Visit to the City of Brotherly Love

We had Friday off from work because of spring break, a nice perk of the job, and that allowed me to take the early NJ Transit train out to 30th street and meet with my friends from Penn, to visit Sweeten House, to eat lunch with Lisa V. and Jason at Distrito on 40th Street. Then, got back on the Chestnut Street bus, and tried to remind myself of the things I won't miss on from the city, and there are a few. Public transportation, for example, has many things to like (it's cheap, it doesn't eat up valuable resources, it's fast, you don't have to worry about traffic on the train and you're not driving if you're on the bus, and you know exactly where you're going). However, it's also crowded, smelly, and you can never let down your guard. At least I can't--I'm always on the look out for the weirdo who might want to talk to me or the iPhone snatcher scanning the crowd for easy targets. And then there are the things people do on the subway that remain annoying and inescapable, such as loud gum chewing and screaming at someone on their phone, or blasting shitty music, or abusing their children. Okay, so I will try to remember that the next time I'm driving on Route 1--I don't have to turn my head to watch a young mom alone with three kids, beating the oldest with one hand while texting with the other. Here's the photo montage from my weekend. 
Here is a familiar site--one I passed twice a day at least when I worked at Penn. Ann Taylor Loft, having yet another sale. I resisted.
Two of my favorite girls and former co-workers, Lisa V. and Colleen, both pregnant with their second bambinos.

Here is a sign on the Walnut Locust stop I took home from Penn, with an ad for suicide prevention that you can only read if you're on the very edge of the track, thereby setting you up to possibly become another suicide statistic if you slip.

Obnoxious middle school age boys swearing up a storm.
Breakfast with mom at Green Eggs Cafe where they serve you actual sugar cubes and you have to resist putting all of them in your pocket to feed to any horses you might meet later.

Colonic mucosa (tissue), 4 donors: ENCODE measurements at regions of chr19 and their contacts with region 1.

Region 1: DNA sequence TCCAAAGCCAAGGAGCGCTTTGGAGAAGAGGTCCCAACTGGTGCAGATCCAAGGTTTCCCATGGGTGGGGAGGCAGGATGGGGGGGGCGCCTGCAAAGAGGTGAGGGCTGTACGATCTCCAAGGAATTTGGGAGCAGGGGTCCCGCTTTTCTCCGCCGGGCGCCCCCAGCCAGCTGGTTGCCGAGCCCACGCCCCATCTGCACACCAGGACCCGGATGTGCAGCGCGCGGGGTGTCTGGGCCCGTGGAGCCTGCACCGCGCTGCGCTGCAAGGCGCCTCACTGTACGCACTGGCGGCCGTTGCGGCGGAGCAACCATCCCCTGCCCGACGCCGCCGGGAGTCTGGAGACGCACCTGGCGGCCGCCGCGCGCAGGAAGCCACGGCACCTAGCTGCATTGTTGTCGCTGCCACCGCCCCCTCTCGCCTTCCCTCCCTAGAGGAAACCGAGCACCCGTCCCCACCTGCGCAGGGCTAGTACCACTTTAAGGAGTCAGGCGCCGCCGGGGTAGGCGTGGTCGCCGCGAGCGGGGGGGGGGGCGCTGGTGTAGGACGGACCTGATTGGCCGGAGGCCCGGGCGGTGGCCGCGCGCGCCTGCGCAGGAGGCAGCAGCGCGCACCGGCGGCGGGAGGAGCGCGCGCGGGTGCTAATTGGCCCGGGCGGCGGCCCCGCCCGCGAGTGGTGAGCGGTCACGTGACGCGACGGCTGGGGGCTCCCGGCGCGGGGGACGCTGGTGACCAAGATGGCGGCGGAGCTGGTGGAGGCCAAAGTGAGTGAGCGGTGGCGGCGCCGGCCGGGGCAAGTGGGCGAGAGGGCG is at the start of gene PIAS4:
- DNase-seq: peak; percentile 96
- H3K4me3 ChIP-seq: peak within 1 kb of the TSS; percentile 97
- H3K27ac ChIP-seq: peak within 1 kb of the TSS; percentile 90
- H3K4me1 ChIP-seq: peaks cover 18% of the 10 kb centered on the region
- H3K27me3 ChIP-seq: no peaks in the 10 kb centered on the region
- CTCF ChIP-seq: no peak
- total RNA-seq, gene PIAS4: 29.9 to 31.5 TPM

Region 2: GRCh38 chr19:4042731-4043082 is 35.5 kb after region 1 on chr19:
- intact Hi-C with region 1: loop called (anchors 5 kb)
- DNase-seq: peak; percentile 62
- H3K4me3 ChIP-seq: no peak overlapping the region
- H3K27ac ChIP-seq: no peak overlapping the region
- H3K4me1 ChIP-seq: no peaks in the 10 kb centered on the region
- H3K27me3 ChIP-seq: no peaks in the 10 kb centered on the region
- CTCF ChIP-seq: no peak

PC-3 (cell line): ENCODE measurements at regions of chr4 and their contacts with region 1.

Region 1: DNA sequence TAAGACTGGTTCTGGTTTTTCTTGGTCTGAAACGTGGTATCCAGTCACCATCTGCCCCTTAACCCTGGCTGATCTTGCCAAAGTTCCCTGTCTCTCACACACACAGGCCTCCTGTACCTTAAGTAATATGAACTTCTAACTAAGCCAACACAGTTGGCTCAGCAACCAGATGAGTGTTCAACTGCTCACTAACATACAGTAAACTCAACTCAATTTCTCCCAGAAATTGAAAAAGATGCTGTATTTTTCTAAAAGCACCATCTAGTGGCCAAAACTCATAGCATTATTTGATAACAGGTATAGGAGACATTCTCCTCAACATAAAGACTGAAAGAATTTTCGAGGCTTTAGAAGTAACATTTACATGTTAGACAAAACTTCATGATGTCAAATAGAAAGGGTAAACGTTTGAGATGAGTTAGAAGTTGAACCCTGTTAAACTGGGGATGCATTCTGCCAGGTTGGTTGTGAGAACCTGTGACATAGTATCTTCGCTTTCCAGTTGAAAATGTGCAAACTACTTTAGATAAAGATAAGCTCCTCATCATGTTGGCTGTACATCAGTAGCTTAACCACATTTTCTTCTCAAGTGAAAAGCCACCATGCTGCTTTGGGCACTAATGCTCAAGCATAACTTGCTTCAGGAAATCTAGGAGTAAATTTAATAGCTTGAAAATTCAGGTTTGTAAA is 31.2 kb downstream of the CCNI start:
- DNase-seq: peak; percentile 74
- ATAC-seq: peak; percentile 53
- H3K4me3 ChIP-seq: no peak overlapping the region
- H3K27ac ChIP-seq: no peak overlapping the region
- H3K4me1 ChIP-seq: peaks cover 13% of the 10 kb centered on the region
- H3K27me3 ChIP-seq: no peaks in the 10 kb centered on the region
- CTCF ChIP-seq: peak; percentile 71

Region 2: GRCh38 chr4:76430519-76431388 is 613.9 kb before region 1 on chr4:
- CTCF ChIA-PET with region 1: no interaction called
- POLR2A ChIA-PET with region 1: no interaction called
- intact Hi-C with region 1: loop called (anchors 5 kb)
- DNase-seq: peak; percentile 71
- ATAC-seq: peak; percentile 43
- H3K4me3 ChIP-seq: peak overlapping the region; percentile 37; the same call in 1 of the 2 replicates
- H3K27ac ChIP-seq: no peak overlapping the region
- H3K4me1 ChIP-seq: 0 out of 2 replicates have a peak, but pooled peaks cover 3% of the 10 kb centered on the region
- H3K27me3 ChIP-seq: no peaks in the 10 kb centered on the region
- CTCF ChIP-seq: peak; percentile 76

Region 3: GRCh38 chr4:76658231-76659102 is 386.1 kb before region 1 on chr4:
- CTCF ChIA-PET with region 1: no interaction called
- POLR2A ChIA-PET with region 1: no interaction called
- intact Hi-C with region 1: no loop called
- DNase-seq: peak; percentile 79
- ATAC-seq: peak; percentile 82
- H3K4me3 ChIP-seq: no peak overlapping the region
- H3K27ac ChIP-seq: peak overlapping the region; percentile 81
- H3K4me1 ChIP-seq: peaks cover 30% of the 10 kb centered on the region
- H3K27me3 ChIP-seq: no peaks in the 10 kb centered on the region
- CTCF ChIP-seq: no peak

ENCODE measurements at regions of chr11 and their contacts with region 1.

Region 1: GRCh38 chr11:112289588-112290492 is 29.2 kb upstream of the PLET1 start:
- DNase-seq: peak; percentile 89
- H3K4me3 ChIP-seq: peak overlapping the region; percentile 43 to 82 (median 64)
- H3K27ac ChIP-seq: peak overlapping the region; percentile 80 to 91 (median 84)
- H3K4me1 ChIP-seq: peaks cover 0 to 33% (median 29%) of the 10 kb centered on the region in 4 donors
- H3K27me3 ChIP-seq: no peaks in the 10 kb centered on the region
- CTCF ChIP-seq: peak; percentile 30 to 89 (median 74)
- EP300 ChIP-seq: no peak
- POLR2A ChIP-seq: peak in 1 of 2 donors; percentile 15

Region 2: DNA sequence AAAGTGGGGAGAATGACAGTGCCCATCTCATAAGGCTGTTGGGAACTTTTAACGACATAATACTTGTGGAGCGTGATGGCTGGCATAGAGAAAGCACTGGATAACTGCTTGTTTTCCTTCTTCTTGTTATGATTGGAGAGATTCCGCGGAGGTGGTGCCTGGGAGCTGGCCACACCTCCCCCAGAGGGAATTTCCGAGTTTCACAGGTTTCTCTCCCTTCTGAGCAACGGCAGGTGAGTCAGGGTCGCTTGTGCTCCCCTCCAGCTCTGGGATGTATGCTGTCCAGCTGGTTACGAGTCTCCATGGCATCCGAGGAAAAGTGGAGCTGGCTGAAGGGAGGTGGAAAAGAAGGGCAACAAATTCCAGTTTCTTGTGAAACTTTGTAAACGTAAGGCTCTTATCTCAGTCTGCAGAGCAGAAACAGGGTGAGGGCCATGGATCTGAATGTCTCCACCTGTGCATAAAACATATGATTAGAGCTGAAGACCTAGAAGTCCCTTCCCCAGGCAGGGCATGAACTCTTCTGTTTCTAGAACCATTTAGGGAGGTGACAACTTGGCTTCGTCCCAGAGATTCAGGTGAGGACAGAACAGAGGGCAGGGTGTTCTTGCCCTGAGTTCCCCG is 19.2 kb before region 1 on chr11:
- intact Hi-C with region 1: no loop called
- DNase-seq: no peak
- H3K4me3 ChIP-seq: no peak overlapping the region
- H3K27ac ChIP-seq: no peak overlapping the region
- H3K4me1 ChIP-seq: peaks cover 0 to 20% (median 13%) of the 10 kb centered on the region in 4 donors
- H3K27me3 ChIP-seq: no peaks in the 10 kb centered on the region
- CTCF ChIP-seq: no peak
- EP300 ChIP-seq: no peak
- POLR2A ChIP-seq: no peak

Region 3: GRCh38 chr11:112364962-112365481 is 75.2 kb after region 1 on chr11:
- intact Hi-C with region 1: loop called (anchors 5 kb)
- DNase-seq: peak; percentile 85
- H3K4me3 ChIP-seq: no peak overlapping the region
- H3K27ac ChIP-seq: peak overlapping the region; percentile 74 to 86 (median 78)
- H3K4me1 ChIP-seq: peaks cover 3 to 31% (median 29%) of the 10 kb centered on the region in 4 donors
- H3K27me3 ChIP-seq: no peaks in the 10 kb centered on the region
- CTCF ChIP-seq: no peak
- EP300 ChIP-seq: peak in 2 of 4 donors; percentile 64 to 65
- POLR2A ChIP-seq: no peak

Then I forced Mom to go to Green Street with me, and I bought two shirts I didn't need along with a pair of soft jogging pants that I sort of needed because I forgot my p.j.s The day before, I went to the Green Street in West Philly and bought a pair of navy pants that were too short, but they only cost one dollar.

We did some other running around, such as upgrading my mom to an iPhone and going to the pet store to find Ernesto another cushion for the window seat as the old one was getting flat. Just a few more to add, and he will be like the princess in the Princess and the Pea.

We walked to Tasker for dinner and I was able to catch a snoozing cat, propped up against a Virgin Mary. These are the moments I miss most about Philly.

We ate dinner at an Italian restaurant in view of the square that gave my mom free wine. The dinner was average, but the staff was authentic Italiano and very nice.
On the way home, we again admired the windows, which are celebrating bunnies and the return of Jesus.
And Emma Carol waits patiently for our return, another cat in a window. 
This morning, we visited Jenn and Amelie and Amelie seemed to like Mom and I okay. Jenn bought delicious pastries and I did not hesitate to sample them. 
And a calico we saw in the window on the way home from Jenn's. He rubbed against the screen when I tried to touch him. 

Today, I got to see Carrie and Padhriag and Seamus at the park on 9th and Fitzwater. Seamus was all rosy cheeks and smiles.

View from the window as we pull out of the city, headed once again toward Jersey.

And then finally, this woman on the Northeast Corridor to Hamilton, who left her bags with us to search for a bathroom. I imagined she was on her way to New York, where everyone is infinitely more cool and interesting than in most cities. At least that's how I think of New York.

I'll be back in Philadelphia in two weekends, I hope to see everyone again. It sometimes seems like Philadelphia is so far away from me now, but it's only just a drive, train ride, and then SEPTA, and I'm back. Not in a flash, but it's not like trying to get across country. I have to remember that.